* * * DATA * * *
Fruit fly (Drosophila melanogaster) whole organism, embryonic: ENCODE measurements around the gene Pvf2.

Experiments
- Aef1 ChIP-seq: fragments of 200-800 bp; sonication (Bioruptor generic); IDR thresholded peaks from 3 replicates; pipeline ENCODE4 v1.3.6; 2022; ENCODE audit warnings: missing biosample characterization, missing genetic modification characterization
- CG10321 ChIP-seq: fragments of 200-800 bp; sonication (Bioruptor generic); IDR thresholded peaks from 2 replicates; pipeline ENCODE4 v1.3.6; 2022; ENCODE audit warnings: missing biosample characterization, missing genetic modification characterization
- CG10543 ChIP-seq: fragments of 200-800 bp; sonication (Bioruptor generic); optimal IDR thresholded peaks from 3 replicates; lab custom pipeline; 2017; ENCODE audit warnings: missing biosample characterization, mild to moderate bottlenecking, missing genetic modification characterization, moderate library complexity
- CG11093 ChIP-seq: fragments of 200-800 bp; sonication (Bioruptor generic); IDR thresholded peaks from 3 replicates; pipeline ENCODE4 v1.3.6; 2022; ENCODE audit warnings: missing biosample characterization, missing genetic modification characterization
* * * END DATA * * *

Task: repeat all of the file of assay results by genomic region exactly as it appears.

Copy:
Fruit fly (Drosophila melanogaster) whole organism, embryonic: ENCODE measurements around the gene Pvf2.

Experiments
- Aef1 ChIP-seq: fragments of 200-800 bp; sonication (Bioruptor generic); IDR thresholded peaks from 3 replicates; pipeline ENCODE4 v1.3.6; 2022; ENCODE audit warnings: missing biosample characterization, missing genetic modification characterization
- CG10321 ChIP-seq: fragments of 200-800 bp; sonication (Bioruptor generic); IDR thresholded peaks from 2 replicates; pipeline ENCODE4 v1.3.6; 2022; ENCODE audit warnings: missing biosample characterization, missing genetic modification characterization
- CG10543 ChIP-seq: fragments of 200-800 bp; sonication (Bioruptor generic); optimal IDR thresholded peaks from 3 replicates; lab custom pipeline; 2017; ENCODE audit warnings: missing biosample characterization, mild to moderate bottlenecking, missing genetic modification characterization, moderate library complexity
- CG11093 ChIP-seq: fragments of 200-800 bp; sonication (Bioruptor generic); IDR thresholded peaks from 3 replicates; pipeline ENCODE4 v1.3.6; 2022; ENCODE audit warnings: missing biosample characterization, missing genetic modification characterization